Dipropylene glycol

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Dipropylene glycol
Identifiers
CAS number25265-71-8 YesY
EC number246-770-3
Jmol-3D imagesImage 1
Image 2
Properties
Molecular formulaC6H14O3
Molar mass134.173 g/mol
Appearancecolorless liquid
Density1.0206 g/cm3 at 20 °C
Boiling point230.5 °C[1]
Solubility in watermiscible with water, soluble in ethanol
Hazards
MSDSSIRI.org
NFPA 704
NFPA 704.svg
1
1
0
Flash point121 °C; 250 °F; 394 K
Autoignition temperature310 °C; 590 °F; 583 K
Related compounds
Related compoundsEthylene glycol
Propylene glycol
 N (verify) (what is: YesY/N?)
Except where noted otherwise, data are given for materials in their standard state (at 25 °C (77 °F), 100 kPa)
Infobox references
 
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Dipropylene glycol
Identifiers
CAS number25265-71-8 YesY
EC number246-770-3
Jmol-3D imagesImage 1
Image 2
Properties
Molecular formulaC6H14O3
Molar mass134.173 g/mol
Appearancecolorless liquid
Density1.0206 g/cm3 at 20 °C
Boiling point230.5 °C[1]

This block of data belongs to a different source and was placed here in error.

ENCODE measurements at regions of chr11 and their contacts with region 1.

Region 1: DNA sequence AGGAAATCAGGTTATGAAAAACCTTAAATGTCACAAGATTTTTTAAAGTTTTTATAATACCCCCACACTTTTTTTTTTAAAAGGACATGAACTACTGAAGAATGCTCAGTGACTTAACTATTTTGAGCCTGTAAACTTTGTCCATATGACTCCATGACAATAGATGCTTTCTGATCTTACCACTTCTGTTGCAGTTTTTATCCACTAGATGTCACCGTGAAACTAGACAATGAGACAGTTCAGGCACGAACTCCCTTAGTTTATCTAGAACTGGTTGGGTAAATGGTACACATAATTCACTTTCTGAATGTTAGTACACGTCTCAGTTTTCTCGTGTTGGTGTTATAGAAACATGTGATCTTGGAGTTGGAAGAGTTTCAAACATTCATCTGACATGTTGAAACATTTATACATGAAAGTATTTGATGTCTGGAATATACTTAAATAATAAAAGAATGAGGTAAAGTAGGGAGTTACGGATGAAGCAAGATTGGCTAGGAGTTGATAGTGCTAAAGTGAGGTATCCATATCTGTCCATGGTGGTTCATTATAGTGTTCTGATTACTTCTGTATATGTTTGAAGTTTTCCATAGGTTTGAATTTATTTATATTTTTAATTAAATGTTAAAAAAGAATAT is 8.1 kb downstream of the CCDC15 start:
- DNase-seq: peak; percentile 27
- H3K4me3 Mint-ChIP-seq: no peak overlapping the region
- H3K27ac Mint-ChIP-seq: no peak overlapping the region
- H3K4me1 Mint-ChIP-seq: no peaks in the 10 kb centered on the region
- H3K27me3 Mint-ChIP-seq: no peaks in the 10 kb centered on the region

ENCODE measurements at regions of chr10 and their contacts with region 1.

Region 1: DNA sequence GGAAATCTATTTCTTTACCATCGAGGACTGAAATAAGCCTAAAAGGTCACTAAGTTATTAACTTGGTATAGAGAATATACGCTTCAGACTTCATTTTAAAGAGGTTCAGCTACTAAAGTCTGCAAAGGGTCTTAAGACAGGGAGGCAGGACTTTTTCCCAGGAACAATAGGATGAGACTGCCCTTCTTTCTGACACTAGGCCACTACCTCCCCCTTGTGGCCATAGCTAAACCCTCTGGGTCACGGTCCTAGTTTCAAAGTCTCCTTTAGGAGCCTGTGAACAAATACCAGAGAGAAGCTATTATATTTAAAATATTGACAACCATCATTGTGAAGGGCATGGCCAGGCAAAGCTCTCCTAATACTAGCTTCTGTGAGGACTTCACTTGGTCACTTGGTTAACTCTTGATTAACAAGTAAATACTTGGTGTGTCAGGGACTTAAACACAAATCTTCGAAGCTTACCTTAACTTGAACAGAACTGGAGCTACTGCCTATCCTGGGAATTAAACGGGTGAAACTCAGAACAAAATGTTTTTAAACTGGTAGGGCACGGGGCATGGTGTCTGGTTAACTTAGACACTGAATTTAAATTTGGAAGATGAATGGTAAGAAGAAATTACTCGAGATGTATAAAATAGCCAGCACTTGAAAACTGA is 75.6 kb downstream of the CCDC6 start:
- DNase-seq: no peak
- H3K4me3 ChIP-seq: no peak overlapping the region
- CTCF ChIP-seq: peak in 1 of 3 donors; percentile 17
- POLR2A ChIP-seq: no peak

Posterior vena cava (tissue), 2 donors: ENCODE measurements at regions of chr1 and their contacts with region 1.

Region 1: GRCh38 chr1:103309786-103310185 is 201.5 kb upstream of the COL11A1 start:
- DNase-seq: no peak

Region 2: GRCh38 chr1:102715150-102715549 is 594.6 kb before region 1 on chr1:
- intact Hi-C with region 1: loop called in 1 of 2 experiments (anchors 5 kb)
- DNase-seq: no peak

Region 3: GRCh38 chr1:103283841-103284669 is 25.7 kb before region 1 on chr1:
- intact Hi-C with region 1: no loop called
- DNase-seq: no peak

Solubility in watermiscible with water, soluble in ethanol
Hazards
MSDSSIRI.org
NFPA 704
NFPA 704.svg
1
1
0
Flash point121 °C; 250 °F; 394 K
Autoignition temperature310 °C; 590 °F; 583 K
Related compounds
Related compoundsEthylene glycol
Propylene glycol
 N (verify) (what is: YesY/N?)
Except where noted otherwise, data are given for materials in their standard state (at 25 °C (77 °F), 100 kPa)
Infobox references

Dipropylene glycol is a mixture of three isomeric chemical compounds, 4-oxa-2,6-heptandiol, 2-(2-Hydroxy-propoxy)-propan-1-ol, and 2-(2-Hydroxy-1-methyl-ethoxy)-propan-1-ol. It is a colorless, nearly odorless liquid with a high boiling point and low toxicity.[2][3]

Uses[edit]

Dipropylene glycol finds many uses as a plasticizer, an intermediate in industrial chemical reactions, as a polymerization initiator or monomer, and as a solvent. Its low toxicity and solvent properties make it an ideal additive for perfumes and skin and hair care products. It is also a common ingredient in commercial fog fluid, used in entertainment industry smoke and haze machines.[2][3][4]

References[edit]

  1. ^ Lide, David R. (1998). Handbook of Chemistry and Physics (87 ed.). Boca Raton, FL: CRC Press. p. 342. ISBN 0-8493-0594-2. 
  2. ^ a b "Dipropylene Glycol Regular Grade (DPG)". Dow Chemical. Retrieved 2009-04-07. 
  3. ^ a b Lloyd R. Whittington, ed. (1993). Whittington's Dictionary of Plastics (3 ed.). Technomic Publishing. p. 138. ISBN 1-56676-090-9. Retrieved 2009-04-07. 
  4. ^ "Dipropylene Glycol LO+ (DPG LO+)". Dow Chemical. Retrieved 2009-04-07.